16 Jan, 4.00 gmt
OK, finally I feel like we are in ‘normal’ markets and I am ‘in sync’ with the market. Feels like I’ve got my mojo back, even better than late last week. A small mistake earlier in the week when I went long the Yen pairs and did not close the longs when I got the signal, expecting it to be a shallow dip. Luckily I entered shorts at the same time as the signal, which are now a total of 400+ pips into the money at pretty high leverage. So the account will look healthy when these trades are closed.
I’ve now placed hard stops in both pairs at my BE+5, which is about 100 pips above the market now.
I don’t blog about my stops much, but in this kind of trade I have not much else to do so I can write about my stop management.
Firstly, I rarely set ‘hard’ stops. The levels I post are ‘mental’ stops, but I would not recommend this to others. Occasionally when the situation warrants, I set hard stops to save me from catastrophe. Example would be if I am going to be unable to get to a computer for a while, I set the stop far enough from the market to have no chance of getting hit unless there was an earthquake, tsunami, a war or assassination somewhere in the world. 🙂
I also don’t set trailing stops since my system exit signal always provides a good enough level to take profits without having to continuously monitor the trailing stops.
We as traders have to live with constant stop-hunts by fx dealers. It used to make me angry to see very blatant stop hunts, especially when I was the victim. The price would spike up or down just enough to take out my stop and then it reverses back in seconds! Most of us will blame the platform provider / broker, and in some cases the brokers do manipulate their data-feed to harvest an especially rich zone of stops loss orders. More often, it is bank dealers who go for the stops. Dealers get commission on each client order they execute. So they have every incentive to move the market to the level where they have large orders on their books. In the absence of market-moving data/news or some big Central Bank / Fund activity in the market, such ‘manipulation’ by fx dealers is what moves the market.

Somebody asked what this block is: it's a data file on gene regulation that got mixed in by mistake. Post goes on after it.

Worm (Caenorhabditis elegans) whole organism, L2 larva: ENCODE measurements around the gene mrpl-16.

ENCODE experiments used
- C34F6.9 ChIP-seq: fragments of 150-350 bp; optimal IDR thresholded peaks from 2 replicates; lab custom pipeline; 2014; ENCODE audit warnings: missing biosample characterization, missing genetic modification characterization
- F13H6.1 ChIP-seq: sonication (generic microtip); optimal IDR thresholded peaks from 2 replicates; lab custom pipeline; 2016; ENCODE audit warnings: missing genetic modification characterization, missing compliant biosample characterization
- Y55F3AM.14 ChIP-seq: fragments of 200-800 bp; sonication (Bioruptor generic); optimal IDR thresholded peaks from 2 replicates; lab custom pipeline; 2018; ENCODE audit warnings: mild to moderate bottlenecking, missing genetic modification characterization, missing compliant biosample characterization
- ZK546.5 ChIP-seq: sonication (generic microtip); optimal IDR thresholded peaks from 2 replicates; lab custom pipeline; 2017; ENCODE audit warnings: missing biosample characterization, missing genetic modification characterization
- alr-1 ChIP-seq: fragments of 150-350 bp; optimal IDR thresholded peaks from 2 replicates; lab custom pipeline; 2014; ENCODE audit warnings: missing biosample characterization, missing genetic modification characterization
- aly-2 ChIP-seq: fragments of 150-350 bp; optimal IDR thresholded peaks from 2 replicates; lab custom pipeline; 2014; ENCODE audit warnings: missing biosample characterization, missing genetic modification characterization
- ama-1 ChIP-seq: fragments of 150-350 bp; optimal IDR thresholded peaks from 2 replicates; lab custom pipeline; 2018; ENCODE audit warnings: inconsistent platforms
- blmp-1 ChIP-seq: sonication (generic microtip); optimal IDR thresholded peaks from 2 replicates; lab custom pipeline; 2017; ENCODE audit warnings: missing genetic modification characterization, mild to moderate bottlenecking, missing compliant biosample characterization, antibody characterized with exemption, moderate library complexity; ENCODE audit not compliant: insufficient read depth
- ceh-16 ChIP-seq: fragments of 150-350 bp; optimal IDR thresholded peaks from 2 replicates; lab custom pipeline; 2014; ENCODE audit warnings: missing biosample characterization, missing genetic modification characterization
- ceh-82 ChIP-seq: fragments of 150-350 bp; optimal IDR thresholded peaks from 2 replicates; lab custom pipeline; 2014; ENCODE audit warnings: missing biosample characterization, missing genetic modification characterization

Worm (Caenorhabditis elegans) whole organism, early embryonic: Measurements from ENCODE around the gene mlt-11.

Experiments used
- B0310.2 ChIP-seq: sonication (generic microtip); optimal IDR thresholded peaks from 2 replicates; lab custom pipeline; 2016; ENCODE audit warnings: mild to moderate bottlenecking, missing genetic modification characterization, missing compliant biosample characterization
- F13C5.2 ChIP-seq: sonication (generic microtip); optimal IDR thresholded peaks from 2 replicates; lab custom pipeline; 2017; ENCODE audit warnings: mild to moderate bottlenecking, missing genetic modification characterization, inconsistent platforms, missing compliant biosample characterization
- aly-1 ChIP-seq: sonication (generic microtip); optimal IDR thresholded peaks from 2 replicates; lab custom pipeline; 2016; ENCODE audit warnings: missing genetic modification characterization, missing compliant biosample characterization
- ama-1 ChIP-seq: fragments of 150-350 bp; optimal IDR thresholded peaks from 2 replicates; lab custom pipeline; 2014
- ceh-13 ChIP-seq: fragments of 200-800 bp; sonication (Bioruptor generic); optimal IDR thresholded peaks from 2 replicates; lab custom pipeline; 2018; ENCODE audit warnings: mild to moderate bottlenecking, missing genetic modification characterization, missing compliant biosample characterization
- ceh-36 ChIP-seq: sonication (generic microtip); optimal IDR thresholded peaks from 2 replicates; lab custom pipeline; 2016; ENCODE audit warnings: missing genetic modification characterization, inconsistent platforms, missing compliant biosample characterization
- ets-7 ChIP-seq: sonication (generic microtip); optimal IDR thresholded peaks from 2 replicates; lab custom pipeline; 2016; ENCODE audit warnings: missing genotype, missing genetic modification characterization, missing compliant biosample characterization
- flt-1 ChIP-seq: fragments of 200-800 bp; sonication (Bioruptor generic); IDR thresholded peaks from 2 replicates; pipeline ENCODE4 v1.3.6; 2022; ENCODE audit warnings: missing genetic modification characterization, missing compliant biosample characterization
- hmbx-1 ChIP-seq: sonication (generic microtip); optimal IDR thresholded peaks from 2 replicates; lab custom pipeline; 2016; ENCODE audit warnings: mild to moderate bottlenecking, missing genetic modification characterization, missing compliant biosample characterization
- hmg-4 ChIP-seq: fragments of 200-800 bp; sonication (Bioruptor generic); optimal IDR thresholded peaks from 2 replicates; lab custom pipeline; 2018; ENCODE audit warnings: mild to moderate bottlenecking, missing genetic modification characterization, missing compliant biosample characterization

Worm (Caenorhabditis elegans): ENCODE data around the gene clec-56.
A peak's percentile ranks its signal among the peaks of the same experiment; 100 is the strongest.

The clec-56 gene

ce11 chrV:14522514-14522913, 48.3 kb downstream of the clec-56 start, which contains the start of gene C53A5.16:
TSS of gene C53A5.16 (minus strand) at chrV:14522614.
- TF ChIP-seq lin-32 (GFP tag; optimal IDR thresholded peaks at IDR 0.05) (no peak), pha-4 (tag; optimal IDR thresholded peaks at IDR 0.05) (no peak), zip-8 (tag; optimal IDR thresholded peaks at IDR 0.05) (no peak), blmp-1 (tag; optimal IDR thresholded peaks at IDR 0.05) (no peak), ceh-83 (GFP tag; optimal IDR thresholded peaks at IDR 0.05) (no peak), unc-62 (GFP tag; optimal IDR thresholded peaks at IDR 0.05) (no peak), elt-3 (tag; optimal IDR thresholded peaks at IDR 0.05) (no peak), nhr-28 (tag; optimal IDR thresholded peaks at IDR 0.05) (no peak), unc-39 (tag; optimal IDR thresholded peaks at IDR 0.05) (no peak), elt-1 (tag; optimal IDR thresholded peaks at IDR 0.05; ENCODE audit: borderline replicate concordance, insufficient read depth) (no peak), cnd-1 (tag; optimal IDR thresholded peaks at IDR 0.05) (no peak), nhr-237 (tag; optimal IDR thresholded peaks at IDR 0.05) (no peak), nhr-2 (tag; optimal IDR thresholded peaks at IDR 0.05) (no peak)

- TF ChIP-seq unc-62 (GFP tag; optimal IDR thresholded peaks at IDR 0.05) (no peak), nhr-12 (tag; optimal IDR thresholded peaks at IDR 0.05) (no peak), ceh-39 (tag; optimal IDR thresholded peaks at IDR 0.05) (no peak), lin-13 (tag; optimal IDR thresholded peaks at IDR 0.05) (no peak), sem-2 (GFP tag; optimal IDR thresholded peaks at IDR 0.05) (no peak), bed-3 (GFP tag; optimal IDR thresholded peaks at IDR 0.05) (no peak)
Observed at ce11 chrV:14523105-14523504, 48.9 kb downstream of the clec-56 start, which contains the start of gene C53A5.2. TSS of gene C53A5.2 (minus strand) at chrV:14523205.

Some years ago I realised that this is part of the environment we traders have to work in, we have to live with this. Getting angry doesn’t help. So I gave it some thought and the obvious answer is to place the stops so far away that my trade is definitely wrong way before the market gets there. More likely I would have closed the order manually before the stop is hit.
Another method, which I use, is to set platform alerts at the mental stops that my trade requires. When the alert triggers, I observe the market activity and evaluate if it looks like a routine stop hunt or the move is the result of some sentiment-changing event like a data release, some politician’s statement. If it looks like a stop hunt (eg Monday morning Asian sessions, late afternoon NY sessions, or when the market is in a tight range waiting for some event) I don’t close my trade. This way I avoid getting hit by most stop hunts, and can focus on the bigger picture of the trade.